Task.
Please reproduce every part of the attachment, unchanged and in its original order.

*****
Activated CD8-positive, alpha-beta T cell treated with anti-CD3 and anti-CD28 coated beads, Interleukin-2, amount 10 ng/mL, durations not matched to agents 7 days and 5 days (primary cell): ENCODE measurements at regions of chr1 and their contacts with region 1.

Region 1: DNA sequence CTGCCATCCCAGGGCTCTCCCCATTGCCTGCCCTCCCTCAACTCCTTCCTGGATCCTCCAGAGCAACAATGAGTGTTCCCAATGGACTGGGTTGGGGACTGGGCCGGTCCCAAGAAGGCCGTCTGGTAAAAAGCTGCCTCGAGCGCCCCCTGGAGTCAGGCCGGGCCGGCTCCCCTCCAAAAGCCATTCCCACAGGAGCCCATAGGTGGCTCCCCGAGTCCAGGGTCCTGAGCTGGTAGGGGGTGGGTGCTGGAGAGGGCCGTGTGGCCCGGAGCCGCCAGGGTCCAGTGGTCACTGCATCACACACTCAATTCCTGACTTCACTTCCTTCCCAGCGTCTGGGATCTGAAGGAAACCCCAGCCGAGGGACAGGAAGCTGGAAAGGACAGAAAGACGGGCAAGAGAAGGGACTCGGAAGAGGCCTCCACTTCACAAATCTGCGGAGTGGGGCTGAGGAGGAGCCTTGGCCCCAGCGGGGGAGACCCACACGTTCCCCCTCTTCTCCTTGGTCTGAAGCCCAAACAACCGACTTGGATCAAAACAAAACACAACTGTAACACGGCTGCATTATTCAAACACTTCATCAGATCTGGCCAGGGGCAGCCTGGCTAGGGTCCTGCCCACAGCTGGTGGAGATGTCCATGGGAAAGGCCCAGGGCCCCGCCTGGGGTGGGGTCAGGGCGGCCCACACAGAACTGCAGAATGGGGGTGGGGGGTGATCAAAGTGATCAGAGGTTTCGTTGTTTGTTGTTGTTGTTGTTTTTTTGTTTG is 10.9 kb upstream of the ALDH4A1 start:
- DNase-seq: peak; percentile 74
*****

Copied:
Activated CD8-positive, alpha-beta T cell treated with anti-CD3 and anti-CD28 coated beads, Interleukin-2, amount 10 ng/mL, durations not matched to agents 7 days and 5 days (primary cell): ENCODE measurements at regions of chr1 and their contacts with region 1.

Region 1: DNA sequence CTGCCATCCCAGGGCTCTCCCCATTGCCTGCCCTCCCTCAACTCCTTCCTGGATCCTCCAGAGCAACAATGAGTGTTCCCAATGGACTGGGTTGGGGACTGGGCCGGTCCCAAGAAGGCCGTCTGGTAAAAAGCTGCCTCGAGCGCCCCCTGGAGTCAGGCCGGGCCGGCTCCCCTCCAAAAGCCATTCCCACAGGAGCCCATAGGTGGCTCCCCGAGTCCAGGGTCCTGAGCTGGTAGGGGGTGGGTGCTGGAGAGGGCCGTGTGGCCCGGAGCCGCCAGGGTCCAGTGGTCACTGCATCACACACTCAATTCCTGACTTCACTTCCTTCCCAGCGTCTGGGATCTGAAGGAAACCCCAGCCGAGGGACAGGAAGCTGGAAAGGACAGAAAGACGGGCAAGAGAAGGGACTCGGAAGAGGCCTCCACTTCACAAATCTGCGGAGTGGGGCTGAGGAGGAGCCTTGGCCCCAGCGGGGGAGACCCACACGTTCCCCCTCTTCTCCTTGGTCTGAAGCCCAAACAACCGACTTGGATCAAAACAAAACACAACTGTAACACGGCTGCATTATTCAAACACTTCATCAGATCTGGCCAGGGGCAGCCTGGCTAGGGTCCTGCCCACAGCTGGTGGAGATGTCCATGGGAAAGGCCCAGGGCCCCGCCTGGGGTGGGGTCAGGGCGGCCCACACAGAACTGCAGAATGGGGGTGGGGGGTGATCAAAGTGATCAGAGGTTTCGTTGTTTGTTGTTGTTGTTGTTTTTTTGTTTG is 10.9 kb upstream of the ALDH4A1 start:
- DNase-seq: peak; percentile 74